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DEFINITION of ‘Regulation CC‘ One of the banking regulations set forth by the Federal Reserve. Regulation CC implements the Expedited Funds Availability Act of 1987. This act sets certain standards for endorsements on checks that are paid by banks and other depository institutions.
In 1987, Congress passed the Expedited Funds Availability Act (PDF) (EFAA), to address concerns about the lengths of holds banks were then placing on checks deposited by their customers. The EFAA establishes maximum permissible hold periods for checks and other deposits. The Board’s Regulation CC (12 CFR part 229) implements the funds-availability and disclosure provisions of the EFAA in Subpart B of the regulation.
The EFAA also gave the Board the authority to regulate the nation’s check-clearing system more generally. Pursuant to this authority, the Board adopted rules to speed the return of unpaid checks. These rules reduce the risk to depositary banks of having to make funds from check deposits available for withdrawal before learning whether the checks have been returned unpaid. In the 1990s, the Board adopted a same-day settlement rule, which decreased the competitive disparity between Reserve Banks and private-sector banks when presenting checks for payment. The check-return rules and same-day settlement rules are set forth in Subpart C of Regulation CC.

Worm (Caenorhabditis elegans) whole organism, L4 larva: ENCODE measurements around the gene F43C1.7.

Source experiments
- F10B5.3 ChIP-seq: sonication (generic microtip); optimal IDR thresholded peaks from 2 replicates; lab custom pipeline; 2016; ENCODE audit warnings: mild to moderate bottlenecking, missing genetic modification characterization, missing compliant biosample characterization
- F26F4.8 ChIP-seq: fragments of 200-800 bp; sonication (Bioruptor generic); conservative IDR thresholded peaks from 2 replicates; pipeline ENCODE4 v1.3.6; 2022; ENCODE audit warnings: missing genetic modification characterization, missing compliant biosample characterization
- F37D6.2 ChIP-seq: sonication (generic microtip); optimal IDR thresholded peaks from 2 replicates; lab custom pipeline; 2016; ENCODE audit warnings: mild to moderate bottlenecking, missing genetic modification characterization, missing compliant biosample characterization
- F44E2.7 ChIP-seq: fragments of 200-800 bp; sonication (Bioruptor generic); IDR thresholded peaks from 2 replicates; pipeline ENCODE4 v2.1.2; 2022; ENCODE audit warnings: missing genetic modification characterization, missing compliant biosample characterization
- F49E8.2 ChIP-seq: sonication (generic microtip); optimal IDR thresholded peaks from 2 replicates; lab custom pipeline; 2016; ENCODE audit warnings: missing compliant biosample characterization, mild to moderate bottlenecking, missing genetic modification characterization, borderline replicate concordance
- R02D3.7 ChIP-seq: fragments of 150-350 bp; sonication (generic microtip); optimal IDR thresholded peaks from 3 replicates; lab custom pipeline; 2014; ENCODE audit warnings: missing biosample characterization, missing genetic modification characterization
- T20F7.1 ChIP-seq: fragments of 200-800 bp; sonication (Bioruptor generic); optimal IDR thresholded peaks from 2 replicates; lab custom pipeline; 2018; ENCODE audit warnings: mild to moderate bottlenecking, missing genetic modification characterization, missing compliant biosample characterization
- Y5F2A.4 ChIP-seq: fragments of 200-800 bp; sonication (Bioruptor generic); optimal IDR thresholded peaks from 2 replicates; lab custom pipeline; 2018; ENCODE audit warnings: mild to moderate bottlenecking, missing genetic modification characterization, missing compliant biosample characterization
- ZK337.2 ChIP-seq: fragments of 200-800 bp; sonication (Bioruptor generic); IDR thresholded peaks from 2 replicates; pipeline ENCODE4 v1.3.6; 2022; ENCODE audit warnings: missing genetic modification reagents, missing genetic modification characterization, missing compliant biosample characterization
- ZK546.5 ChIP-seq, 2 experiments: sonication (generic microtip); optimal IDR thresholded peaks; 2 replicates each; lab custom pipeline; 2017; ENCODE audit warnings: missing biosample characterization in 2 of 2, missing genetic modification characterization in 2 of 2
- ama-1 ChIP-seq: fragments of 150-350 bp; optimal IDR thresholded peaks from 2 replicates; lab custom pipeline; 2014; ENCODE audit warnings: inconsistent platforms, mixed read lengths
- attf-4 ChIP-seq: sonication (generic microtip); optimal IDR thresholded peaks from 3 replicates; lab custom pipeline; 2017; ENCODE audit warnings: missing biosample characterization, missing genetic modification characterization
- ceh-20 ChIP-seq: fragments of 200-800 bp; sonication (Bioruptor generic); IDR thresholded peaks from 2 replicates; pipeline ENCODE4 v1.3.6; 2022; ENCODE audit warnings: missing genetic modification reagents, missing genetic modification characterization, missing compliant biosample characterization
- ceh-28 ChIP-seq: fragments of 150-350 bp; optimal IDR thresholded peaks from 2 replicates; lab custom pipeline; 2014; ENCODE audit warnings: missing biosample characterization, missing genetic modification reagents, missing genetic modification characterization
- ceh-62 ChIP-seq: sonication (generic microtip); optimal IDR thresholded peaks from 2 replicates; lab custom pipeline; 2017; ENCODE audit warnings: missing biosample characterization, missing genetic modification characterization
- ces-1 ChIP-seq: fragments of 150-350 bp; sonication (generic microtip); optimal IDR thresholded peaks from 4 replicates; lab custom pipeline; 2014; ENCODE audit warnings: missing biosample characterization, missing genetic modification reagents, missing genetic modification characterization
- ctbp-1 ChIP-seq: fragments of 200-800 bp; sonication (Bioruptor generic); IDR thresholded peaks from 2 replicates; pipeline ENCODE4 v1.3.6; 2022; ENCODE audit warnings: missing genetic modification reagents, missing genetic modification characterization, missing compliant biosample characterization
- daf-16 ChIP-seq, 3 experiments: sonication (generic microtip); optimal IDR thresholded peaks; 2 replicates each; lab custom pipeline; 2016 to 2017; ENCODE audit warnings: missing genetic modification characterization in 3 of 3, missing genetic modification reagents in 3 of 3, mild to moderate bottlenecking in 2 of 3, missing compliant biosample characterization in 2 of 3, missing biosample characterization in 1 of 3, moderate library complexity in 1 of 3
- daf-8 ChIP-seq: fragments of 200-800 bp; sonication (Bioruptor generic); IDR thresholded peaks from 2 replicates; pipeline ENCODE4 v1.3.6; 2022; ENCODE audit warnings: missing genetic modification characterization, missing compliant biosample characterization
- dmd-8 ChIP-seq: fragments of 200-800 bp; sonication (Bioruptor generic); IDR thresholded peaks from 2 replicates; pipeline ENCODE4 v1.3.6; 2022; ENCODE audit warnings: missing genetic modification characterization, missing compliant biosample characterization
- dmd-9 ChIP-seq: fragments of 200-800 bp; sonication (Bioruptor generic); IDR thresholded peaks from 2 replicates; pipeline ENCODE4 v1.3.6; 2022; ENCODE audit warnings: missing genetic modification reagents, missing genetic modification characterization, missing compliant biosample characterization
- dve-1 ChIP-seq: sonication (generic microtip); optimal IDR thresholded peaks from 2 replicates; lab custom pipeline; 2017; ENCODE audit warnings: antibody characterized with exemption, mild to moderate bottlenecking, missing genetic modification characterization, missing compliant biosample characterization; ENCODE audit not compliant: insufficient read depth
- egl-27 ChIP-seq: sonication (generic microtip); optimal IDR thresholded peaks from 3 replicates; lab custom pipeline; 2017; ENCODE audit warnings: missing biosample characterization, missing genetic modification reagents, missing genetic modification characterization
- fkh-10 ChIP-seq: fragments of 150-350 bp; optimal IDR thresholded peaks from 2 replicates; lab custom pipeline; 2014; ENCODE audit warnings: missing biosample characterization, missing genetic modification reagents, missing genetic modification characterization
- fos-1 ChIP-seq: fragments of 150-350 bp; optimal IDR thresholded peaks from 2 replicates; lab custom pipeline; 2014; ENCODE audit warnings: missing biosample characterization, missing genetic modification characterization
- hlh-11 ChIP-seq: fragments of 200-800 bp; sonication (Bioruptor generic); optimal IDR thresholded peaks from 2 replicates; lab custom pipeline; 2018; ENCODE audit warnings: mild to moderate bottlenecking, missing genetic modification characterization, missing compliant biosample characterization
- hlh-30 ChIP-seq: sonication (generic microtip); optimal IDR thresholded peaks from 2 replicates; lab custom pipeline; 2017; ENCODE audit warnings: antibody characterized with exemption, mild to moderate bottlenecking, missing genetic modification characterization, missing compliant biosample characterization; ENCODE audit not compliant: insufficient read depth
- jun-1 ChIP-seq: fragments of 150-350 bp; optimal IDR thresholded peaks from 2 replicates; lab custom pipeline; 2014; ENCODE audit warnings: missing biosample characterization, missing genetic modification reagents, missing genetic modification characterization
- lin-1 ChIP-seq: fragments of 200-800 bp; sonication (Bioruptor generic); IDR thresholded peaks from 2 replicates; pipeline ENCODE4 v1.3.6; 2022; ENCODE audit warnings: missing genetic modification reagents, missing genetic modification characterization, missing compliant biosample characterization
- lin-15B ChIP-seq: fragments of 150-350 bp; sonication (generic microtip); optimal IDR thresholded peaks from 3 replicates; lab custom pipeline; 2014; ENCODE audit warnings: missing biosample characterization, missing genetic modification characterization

In 2003, Congress passed the Check Clearing for the 21st Century Act (PDF) (Check 21), which was designed to enhance payment system efficiency by reducing legal impediments to processing checks electronically. Check 21 facilitated processing checks electronically by creating a new type of paper instrument, called a substitute check, which is the legal equivalent of the original check for all purposes. Check 21 creates substitute-check warranties, an indemnity, and consumer expedited-recredit procedures. Check 21 is implemented in subpart D of Regulation CC.
Check 21 has enabled banks to send checks electronically (rather than in paper form) to banks with which they have agreements to do so, and to send substitute checks to banks with which they do not. As a result, the nation’s interbank check-collection processes have become almost entirely electronic, and the electronic methods have enabled banks to offer new customer services.
In response to the growth in electronic processing, the Reserve Banks reduced the number of their paper check-processing offices from 45 in 2003 to a single office in 2010. The consolidation resulted in all checks being considered “local checks” under Regulation CC.